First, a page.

Posts Tagged: "Congress"

Tillis Tells Judiciary Committee That Hyper-Focus on Patents Has Led to Lack of Progress on Drug Pricing

The full Senate Judiciary Committee met today to discuss ways to make U.S. prescription drugs more affordable, with a focus on the role patents play in high drug prices. Three of the five witnesses who testified pushed for various legislative and agency actions they claimed would help, while two of the witnesses said the patent system is working and that major changes like the ones proposed would gravely hinder incentives for innovation.

Why are the FDA and USPTO Ignoring Requests for Info on I-MAK?

Senator Thom Tillis (R-NC) has been unsuccessfully trying to obtain information from the Food and Drug Administration (FDA) and the United States Patent and Trademark Office (USPTO) on data being used to support drug pricing proposals for nearly two and a half years. More specifically, in a January 31, 2022 letter, Senator Tillis requested an independent assessment and analysis of the sources of data that are being relied upon by those advocating for patent-based solutions to drug pricing. Tillis requested the assessment be completed and provided no later than December 31, 2022—giving the agencies 11 months. The December 31, 2022, deadline has long since come and gone, and according to another letter sent from Tillis to the FDA and USPTO earlier this week, it appears as if the agencies are giving Tillis’ staff the run-around.

Tillis, Issa, Kiley Ask Vidal to Investigate Issues Raised by ‘Patent Examiner’ Reddit Thread

Last week, IPWatchdog’s CEO and Founder Gene Quinn exposed a “Patent Examiner Reddit” thread in which a purported examiner asked peers for advice on how to approach examination of patents that have purposes they may fundamentally disagree with politically. Now, Senator Thom Tillis (R-NC) and Representatives Kevin Kiley (R-CA) and Darrell Issa (R-CA) have sent a letter to U.S. Patent and Trademark Office (USPTO) Director Kathi Vidal asking the Office to conduct a review into that matter, as well as “a broader investigation into whether there is a pattern of patent examiners substituting their own preferences and beliefs for the law and USPTO guidance.”

USPTO Steps in for Congress in Attempt to Legislate on Terminal Disclaimers

By now, you are aware that the U.S. Patent and Trademark Office (USPTO) released a Notice of Proposed Rulemaking (NPRM) on May 10, 2024 (89 Fed. Reg. 40439), that would dramatically alter patent applicant and patentee statutory rights in their patent filings by proposing a draconian change to the requirements for submission of a terminal disclaimer (TD). Several blogs, including IPWatchdog, have reported on it. Comments are due by July 10, 2024.

Making Licensing Harder Doesn’t Boost U.S. Manufacturing

While it’s appropriate to lament the lack of bipartisan cooperation in Washington, just because something’s bipartisan doesn’t mean it’s a good idea. Exhibit A could be Senator Tammy Baldwin (D-WI) and Senator J.D. Vance’s (R-OH) “Invent It Here, Make It Here” bill. Despite the name and its good intentions, it condemns promising federally funded inventions to waste away without doing a thing to build our domestic manufacturing base. It’s scheduled to be considered this Thursday in the Senate Commerce, Science and Transportation Committee.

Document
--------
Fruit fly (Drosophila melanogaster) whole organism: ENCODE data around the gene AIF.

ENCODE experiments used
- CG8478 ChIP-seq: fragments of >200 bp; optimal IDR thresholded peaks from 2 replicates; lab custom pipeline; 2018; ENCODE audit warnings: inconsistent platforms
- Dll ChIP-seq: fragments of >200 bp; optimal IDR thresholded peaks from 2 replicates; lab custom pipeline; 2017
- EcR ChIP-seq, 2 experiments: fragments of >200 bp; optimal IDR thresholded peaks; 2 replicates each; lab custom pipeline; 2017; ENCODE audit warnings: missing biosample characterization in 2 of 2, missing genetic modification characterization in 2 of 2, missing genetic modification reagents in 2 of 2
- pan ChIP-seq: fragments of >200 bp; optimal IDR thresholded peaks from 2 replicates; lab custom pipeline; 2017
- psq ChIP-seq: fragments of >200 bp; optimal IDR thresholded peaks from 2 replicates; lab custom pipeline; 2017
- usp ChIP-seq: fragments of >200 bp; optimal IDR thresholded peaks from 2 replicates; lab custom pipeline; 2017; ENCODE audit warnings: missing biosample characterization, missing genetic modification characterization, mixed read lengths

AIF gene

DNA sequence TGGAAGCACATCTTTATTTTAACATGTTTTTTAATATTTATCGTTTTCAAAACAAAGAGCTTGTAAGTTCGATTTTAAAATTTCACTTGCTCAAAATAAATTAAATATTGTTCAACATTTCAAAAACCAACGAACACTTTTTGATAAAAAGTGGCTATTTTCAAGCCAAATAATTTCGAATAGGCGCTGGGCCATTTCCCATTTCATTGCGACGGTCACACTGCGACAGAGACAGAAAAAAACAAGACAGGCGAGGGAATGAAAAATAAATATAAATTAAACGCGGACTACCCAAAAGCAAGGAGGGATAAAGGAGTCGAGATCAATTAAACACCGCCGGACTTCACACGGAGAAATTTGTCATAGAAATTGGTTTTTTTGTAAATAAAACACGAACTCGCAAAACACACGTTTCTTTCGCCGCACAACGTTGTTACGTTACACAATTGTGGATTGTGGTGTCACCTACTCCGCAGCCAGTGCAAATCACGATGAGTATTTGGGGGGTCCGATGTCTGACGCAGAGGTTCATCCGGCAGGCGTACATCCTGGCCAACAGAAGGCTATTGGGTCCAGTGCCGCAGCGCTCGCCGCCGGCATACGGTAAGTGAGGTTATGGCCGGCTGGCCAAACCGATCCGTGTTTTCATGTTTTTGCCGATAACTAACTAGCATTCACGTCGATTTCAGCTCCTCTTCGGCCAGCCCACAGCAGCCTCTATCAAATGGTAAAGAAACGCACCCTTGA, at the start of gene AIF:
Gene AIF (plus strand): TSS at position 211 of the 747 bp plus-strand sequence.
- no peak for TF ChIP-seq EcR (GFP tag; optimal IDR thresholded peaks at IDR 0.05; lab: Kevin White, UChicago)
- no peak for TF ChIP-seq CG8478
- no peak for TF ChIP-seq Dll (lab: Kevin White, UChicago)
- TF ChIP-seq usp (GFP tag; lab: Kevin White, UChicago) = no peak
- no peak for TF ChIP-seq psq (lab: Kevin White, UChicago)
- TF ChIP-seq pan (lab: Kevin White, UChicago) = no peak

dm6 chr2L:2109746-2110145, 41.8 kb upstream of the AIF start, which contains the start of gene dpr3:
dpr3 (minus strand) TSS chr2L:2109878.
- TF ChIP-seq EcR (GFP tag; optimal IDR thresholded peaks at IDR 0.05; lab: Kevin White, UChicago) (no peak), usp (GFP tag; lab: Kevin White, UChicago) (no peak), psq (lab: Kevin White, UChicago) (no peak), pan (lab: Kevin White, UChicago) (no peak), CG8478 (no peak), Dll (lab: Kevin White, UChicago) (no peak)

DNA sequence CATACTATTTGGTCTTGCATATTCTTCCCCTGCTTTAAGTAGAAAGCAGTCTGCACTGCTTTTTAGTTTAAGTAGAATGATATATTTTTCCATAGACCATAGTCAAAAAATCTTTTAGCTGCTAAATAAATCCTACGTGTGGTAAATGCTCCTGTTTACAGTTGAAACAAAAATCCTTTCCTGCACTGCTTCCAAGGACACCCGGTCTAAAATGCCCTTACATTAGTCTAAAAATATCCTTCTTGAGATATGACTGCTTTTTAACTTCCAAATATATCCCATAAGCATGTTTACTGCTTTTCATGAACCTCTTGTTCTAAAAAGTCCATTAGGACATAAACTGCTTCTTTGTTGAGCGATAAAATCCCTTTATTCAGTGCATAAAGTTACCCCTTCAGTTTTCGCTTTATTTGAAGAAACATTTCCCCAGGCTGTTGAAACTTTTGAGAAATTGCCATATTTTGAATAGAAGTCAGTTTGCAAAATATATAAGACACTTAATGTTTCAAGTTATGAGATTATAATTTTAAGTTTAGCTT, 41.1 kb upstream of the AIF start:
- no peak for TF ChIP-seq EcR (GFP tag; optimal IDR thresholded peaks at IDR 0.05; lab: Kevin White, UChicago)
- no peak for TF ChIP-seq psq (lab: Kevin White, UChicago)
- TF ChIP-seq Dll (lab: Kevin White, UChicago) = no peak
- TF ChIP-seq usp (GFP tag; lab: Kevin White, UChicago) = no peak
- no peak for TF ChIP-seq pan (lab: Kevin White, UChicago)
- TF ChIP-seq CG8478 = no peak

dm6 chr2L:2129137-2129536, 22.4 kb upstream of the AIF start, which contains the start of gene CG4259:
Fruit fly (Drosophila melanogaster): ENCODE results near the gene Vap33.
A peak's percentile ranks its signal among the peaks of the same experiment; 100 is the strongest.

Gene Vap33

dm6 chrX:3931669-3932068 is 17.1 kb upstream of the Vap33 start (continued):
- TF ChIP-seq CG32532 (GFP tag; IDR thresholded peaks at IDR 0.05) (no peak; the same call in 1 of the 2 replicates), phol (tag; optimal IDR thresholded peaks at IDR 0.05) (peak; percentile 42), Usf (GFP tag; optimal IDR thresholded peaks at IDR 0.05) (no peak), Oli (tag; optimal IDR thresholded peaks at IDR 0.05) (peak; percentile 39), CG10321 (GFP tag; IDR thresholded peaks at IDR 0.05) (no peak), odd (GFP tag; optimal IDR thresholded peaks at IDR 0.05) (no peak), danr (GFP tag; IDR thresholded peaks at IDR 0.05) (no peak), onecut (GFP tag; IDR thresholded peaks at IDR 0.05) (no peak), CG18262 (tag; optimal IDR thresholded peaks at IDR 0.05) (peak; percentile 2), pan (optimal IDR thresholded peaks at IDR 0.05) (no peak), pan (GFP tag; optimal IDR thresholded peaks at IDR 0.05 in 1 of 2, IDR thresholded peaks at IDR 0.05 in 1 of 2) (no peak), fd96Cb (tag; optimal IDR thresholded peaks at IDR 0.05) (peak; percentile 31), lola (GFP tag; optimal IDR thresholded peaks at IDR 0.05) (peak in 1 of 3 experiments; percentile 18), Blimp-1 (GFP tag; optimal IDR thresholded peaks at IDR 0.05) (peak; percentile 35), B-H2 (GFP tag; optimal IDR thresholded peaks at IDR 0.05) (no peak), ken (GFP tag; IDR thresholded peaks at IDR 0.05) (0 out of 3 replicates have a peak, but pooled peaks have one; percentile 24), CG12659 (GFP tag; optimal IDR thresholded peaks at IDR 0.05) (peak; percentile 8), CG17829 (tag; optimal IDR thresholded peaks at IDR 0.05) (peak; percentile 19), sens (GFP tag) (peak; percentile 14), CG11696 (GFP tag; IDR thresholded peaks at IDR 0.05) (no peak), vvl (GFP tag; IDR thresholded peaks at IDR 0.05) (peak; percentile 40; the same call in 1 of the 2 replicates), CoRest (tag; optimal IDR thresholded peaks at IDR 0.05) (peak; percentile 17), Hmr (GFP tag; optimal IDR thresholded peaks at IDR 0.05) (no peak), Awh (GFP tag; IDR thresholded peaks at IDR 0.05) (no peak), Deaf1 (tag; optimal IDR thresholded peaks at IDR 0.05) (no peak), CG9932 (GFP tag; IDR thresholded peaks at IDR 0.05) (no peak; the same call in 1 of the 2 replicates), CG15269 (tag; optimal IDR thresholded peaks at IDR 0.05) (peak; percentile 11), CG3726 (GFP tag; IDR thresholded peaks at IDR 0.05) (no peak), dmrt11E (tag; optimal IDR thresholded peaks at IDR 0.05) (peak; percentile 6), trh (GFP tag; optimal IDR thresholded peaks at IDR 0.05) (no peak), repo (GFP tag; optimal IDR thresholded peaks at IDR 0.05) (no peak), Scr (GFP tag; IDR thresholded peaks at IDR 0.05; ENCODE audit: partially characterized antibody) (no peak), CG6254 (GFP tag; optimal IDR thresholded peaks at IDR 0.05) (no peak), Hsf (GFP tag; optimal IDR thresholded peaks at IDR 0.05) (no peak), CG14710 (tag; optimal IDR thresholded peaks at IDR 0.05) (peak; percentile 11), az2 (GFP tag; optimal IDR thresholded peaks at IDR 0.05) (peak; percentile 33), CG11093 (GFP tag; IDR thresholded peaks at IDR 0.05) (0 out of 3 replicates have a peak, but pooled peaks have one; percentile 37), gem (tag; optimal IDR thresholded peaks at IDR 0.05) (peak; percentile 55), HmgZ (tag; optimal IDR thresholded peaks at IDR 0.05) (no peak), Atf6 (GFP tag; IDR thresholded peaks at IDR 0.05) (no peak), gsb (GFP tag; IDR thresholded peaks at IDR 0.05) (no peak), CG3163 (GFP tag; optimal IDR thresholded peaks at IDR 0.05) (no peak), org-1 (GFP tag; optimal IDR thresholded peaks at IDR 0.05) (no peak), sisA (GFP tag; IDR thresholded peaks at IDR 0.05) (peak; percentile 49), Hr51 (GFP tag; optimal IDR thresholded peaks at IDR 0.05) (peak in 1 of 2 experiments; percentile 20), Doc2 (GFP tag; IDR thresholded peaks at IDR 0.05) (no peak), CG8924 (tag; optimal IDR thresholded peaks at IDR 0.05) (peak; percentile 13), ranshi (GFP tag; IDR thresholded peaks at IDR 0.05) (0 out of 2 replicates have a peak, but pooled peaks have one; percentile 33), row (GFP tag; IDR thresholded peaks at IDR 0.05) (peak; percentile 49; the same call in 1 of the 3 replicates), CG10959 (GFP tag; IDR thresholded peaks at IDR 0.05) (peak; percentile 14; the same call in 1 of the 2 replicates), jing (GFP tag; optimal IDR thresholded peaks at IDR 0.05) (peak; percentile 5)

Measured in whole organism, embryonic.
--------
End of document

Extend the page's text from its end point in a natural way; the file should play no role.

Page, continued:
Tillis Doubles Down on Calls for Biden to Scrap March-In Plan

Senator Thom Tillis (R-NC) sent a letter yesterday to President Joe Biden again condemning the Administration’s December 2023 proposal to allow agencies to consider pricing in deciding whether and when to “march in” on patent rights. Under the proposed framework, which sources have told IPWatchdog is close to being finalized, an agency may consider “[a]t what price and on what terms has the product utilizing the subject invention been sold or offered for sale in the U.S.” and whether “the contractor or licensee [has] made the product available only to a narrow set of consumers or customers because of high pricing or other extenuating factors”.

Witnesses Tell Senate IP Subcommittee They Must Get NO FAKES Act Right

The U.S. Senate Judiciary Committee’s Subcommittee on Intellectual Property met today to hear from six witnesses about a recently-proposed bill to curb unauthorized uses via artificial intelligence (AI) of an individual’s voice and likeness.   The “Nurture Originals, Foster Art, and Keep Entertainment Safe Act of 2023” (NO FAKES Act) was introduced in October 2023 by Senator and Chair of the IP Subcommittee Chris Coons (D-DE) and Senators Marsha Blackburn (R-TN), Amy Klobuchar (D-MN), and Thom Tillis (R-NC). The goal of the bill is to “protect the voice and visual likenesses of individuals from unfair use through generative artificial intelligence (GAI).”

Intel-Commerce Deal Includes Nearly $20 Billion in Funding Under CHIPS Act